Trump hits Thai seafood industry over worker rights

Thailand is the world’s third largest seafood exporter but its supplier status has been tainted reports of slave labour.

A woman works on fish before they are delivered to Anurak Sareuthai
The suspension of the trade preferences - which Bloomberg said are worth $1.3bn - will go into effect on April 25, 2020 [File:Jiraporn Kuhakan/Reuters]

Donald Trump will suspend trade preferences for Thailand’s seafood industry after it failed to take steps to improve worker rights, dealing a blow to the multibillion-dollar sector.

Thailand is the world’s third-largest seafood exporter but its supplier status has been badly tainted in recent years by reports of slave labour and trafficking among the mainly migrant workforce.

All Thai seafood products will lose their eligibility for the trade preferences due to “longstanding worker rights issues in the seafood and shipping industries,” Bloomberg News reported Saturday, quoting the Office of the US Trade Representative.

The suspension of the trade preferences – which Bloomberg said are worth $1.3bn – will go into effect on April 25, 2020, according to a letter sent Friday to House Speaker Nancy Pelosi.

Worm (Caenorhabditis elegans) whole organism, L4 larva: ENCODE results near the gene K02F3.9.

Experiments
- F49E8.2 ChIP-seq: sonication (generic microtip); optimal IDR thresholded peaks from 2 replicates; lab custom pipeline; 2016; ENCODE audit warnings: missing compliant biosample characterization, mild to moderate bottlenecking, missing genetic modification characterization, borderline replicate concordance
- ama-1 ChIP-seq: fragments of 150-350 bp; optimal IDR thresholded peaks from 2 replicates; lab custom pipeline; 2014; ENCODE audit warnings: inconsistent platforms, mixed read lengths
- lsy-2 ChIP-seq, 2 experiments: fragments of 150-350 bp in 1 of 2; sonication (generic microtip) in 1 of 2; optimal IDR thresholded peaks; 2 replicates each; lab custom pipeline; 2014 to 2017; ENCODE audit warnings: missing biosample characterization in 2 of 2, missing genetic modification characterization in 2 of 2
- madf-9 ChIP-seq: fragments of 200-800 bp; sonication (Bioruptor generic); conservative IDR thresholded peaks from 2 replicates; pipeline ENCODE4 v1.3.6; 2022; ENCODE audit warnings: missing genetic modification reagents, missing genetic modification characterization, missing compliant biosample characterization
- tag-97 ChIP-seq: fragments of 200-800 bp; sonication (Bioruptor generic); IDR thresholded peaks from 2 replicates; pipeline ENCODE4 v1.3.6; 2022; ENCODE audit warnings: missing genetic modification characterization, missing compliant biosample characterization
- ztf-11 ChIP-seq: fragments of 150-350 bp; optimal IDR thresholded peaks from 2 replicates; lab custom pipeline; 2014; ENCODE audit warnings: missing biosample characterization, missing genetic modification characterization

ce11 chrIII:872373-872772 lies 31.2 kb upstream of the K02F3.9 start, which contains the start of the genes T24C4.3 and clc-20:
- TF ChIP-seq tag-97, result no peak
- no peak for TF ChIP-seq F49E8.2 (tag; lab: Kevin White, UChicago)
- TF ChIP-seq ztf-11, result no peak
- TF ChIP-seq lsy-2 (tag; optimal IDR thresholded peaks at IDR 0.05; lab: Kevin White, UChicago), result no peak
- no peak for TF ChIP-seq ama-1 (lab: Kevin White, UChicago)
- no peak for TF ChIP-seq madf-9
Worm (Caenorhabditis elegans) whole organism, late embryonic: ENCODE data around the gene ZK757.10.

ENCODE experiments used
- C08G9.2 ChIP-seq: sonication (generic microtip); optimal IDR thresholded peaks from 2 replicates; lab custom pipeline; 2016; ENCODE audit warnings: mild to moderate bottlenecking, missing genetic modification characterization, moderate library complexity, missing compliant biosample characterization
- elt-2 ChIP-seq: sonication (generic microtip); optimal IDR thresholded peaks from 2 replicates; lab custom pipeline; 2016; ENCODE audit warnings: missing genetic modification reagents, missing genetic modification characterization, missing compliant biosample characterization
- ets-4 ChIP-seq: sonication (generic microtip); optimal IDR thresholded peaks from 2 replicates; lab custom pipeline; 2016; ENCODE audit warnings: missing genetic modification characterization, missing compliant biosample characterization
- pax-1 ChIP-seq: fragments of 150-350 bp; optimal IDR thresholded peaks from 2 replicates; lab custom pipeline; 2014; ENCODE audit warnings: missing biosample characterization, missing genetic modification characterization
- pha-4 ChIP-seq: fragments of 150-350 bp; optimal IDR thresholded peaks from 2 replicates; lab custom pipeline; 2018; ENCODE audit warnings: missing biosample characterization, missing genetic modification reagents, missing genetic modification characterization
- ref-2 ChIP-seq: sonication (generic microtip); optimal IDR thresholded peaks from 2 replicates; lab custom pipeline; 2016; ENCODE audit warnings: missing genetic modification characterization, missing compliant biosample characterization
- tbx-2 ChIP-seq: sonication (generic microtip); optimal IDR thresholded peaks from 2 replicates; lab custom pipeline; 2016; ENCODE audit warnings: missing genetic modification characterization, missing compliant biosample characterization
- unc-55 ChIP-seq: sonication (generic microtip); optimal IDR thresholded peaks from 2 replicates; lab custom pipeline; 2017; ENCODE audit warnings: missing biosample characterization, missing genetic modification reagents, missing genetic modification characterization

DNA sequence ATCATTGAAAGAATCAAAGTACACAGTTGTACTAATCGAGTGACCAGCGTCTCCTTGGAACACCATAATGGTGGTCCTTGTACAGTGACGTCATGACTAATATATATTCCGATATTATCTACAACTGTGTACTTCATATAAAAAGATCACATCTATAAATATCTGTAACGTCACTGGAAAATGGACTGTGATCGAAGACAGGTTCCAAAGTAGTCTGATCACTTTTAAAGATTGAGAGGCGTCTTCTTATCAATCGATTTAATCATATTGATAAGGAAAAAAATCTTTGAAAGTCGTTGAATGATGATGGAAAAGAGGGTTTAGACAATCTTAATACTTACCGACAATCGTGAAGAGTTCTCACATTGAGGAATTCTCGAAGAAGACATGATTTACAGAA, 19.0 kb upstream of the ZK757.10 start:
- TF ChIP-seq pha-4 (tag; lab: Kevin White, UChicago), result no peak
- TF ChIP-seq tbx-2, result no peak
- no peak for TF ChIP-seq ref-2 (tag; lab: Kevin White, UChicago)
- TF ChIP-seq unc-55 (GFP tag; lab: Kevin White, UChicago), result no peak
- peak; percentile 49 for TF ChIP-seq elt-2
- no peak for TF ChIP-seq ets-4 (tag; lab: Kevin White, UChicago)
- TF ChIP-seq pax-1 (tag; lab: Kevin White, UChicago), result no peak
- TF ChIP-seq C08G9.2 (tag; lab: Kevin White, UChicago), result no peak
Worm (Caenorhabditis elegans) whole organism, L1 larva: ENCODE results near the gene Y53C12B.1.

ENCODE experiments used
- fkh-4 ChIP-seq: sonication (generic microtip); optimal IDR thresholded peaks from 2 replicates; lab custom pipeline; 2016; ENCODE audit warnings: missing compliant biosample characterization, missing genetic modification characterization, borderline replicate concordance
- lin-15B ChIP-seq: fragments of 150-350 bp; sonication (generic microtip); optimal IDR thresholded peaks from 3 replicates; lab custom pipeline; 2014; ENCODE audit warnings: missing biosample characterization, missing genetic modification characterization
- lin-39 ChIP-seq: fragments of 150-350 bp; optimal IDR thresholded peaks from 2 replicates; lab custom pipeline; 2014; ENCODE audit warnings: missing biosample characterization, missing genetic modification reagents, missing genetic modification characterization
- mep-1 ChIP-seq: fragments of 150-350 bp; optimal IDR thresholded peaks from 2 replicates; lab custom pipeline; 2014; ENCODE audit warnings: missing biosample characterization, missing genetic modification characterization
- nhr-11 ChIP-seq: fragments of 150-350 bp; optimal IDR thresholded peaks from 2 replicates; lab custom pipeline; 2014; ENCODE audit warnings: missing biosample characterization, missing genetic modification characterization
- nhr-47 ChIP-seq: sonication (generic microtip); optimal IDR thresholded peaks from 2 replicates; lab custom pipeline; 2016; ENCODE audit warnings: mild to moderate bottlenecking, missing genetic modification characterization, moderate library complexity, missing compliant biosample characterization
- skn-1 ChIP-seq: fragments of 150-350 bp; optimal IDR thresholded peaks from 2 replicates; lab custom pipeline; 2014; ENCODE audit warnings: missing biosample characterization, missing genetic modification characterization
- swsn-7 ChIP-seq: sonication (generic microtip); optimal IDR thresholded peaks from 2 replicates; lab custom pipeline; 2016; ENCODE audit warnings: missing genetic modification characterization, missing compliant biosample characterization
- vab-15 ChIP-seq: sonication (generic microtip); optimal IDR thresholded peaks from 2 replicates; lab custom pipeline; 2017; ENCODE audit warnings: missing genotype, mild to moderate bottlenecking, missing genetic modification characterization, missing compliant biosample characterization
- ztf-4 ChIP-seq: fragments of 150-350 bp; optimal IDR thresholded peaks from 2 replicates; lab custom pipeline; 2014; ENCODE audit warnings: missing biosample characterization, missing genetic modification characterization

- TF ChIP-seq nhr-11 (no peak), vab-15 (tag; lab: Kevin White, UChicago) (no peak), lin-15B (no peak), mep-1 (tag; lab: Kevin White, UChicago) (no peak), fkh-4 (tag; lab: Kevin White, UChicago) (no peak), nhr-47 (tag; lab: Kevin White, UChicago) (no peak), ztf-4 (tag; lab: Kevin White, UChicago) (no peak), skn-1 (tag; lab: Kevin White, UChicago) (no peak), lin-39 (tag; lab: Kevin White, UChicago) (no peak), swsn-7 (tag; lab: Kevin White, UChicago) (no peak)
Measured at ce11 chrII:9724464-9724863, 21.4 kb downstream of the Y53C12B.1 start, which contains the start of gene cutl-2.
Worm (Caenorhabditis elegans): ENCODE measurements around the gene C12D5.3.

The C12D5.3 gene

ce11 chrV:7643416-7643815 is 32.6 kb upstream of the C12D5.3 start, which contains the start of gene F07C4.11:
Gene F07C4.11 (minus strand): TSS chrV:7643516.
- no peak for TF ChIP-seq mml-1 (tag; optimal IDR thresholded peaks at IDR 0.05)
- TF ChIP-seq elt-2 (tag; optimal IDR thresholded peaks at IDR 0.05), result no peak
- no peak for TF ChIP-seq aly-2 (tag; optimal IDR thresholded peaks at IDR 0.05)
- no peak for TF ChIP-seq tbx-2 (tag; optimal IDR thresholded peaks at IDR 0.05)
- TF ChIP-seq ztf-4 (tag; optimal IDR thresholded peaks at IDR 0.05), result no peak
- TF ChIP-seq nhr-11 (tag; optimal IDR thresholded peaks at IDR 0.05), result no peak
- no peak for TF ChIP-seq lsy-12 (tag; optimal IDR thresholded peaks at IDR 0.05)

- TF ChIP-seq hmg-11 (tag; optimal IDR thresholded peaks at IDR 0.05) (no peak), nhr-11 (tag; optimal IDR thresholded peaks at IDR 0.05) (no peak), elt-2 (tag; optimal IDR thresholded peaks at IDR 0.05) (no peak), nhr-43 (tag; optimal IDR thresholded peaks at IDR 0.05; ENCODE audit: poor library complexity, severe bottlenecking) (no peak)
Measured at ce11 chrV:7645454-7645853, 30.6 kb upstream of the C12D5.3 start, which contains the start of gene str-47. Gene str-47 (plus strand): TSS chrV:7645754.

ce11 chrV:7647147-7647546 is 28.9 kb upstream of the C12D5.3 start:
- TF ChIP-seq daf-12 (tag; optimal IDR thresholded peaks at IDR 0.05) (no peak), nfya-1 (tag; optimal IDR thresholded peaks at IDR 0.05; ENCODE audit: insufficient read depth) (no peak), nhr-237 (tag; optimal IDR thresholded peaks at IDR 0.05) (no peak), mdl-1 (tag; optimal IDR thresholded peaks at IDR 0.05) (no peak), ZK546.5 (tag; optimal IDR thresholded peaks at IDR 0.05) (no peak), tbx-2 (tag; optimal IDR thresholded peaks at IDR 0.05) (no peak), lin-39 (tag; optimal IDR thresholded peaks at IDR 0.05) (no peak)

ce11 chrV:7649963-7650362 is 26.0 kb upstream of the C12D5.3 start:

“I have determined that Thailand is not taking steps to afford workers in Thailand internationally recognized worker rights … it is appropriate to suspend the duty-free treatment,” Trump said in the letter.

Under the US Generalized System of Preferences (GSP) programme, eligible countries are able to import certain goods into the US duty-free.

Other items losing duty-free preferences include fruits and vegetables, garment products and electrical appliances.

According to the Office of the US Trade Representative, Made-In-Thailand exports to the US totalled $31.9bn in 2018, with electrical machinery making up the majority of goods coming in.


The US suspension comes despite the European Union recently striking Thailand from its warning list in January, seeing efforts made by the government to tackle illegal fishing.

Thailand had been on the list since 2015 after allegations of rampant labour rights abuses in its fishing fleets.

Phil Robertson, deputy director of Human Rights Watch’s Asia division applauded the move on Saturday, calling Thailand’s enforcement of worker protections “pathetic”.

“For years, Thailand has failed to protect both Thai and migrant workers from neighbouring countries from unscrupulous employers who fire anyone that stands up to demand their rights,” Robertson said. “Reform is long overdue.”

Thailand’s government spokeswoman Narumon Pinyosinwat on Saturday declined to comment on the suspension.

Source: AFP